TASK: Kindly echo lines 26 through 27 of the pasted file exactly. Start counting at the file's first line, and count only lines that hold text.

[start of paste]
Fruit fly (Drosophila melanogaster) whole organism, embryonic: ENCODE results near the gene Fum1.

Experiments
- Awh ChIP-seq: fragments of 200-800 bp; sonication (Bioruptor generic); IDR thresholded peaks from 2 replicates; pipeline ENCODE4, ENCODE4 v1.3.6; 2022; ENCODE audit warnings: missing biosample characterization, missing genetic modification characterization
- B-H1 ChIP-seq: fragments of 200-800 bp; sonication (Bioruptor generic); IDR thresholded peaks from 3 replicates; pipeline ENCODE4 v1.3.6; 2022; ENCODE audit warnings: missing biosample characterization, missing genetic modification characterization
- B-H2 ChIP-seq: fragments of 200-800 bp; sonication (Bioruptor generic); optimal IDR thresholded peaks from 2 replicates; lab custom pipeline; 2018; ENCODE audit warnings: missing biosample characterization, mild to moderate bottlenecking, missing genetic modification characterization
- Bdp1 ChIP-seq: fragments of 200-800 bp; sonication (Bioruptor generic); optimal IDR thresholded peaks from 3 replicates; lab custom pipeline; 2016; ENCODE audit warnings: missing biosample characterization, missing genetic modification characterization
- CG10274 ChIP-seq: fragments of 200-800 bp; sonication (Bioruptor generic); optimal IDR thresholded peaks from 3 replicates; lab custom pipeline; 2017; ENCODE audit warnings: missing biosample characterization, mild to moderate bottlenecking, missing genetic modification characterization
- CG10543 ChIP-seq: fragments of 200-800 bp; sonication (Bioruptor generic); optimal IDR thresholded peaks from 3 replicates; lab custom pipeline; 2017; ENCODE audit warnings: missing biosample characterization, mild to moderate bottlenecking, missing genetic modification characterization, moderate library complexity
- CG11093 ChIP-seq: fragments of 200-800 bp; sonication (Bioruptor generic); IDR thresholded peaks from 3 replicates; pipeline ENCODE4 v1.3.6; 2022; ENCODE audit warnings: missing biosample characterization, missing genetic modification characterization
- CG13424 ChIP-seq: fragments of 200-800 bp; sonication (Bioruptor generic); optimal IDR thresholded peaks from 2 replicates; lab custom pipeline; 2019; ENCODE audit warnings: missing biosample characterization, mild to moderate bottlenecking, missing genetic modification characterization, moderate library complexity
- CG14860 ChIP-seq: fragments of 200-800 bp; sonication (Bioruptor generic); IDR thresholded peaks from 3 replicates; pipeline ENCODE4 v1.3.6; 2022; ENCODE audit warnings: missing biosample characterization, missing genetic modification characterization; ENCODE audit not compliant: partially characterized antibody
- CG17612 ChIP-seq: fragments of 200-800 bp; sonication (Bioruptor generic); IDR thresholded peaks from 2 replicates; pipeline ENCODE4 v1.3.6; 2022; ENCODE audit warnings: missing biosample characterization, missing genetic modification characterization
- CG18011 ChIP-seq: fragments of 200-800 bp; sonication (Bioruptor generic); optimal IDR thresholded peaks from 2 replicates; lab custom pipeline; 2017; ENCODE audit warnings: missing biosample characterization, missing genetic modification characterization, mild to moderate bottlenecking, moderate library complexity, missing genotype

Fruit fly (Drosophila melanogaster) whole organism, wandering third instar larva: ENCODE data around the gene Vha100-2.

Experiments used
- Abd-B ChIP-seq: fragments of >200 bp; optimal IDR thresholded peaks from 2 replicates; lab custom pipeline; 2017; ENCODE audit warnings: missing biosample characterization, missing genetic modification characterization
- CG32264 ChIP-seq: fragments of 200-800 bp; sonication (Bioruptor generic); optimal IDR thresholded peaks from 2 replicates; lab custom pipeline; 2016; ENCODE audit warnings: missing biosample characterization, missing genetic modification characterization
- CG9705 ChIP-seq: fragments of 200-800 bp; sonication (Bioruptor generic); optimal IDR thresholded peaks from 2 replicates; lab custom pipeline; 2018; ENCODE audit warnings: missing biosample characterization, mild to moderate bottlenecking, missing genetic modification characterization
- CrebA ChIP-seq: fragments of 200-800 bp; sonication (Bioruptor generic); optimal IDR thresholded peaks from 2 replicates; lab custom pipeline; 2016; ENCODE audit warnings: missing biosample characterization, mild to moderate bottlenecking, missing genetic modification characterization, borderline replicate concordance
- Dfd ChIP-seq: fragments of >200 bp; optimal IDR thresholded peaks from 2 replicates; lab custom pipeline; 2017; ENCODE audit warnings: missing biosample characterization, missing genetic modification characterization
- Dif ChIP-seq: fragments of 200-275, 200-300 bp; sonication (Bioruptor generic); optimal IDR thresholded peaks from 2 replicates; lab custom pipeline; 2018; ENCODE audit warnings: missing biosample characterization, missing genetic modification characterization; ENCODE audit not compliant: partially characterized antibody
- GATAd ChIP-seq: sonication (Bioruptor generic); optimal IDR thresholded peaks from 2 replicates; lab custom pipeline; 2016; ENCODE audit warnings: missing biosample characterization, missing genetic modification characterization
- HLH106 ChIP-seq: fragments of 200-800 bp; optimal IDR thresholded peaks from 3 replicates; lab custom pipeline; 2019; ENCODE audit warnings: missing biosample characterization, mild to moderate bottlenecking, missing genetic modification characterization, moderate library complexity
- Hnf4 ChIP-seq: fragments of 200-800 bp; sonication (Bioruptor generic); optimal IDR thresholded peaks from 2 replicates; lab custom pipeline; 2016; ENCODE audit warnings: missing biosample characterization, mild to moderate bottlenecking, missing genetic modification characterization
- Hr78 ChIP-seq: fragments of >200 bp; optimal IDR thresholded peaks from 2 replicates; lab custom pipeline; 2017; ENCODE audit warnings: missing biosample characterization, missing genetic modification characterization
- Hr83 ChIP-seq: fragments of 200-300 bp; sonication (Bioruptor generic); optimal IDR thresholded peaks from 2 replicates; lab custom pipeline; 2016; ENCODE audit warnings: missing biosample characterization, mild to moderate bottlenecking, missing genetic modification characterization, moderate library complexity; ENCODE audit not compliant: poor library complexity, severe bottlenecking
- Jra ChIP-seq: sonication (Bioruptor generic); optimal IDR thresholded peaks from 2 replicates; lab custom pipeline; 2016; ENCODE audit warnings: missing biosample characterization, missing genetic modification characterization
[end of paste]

- Hr83 ChIP-seq: fragments of 200-300 bp; sonication (Bioruptor generic); optimal IDR thresholded peaks from 2 replicates; lab custom pipeline; 2016; ENCODE audit warnings: missing biosample characterization, mild to moderate bottlenecking, missing genetic modification characterization, moderate library complexity; ENCODE audit not compliant: poor library complexity, severe bottlenecking
- Jra ChIP-seq: sonication (Bioruptor generic); optimal IDR thresholded peaks from 2 replicates; lab custom pipeline; 2016; ENCODE audit warnings: missing biosample characterization, missing genetic modification characterization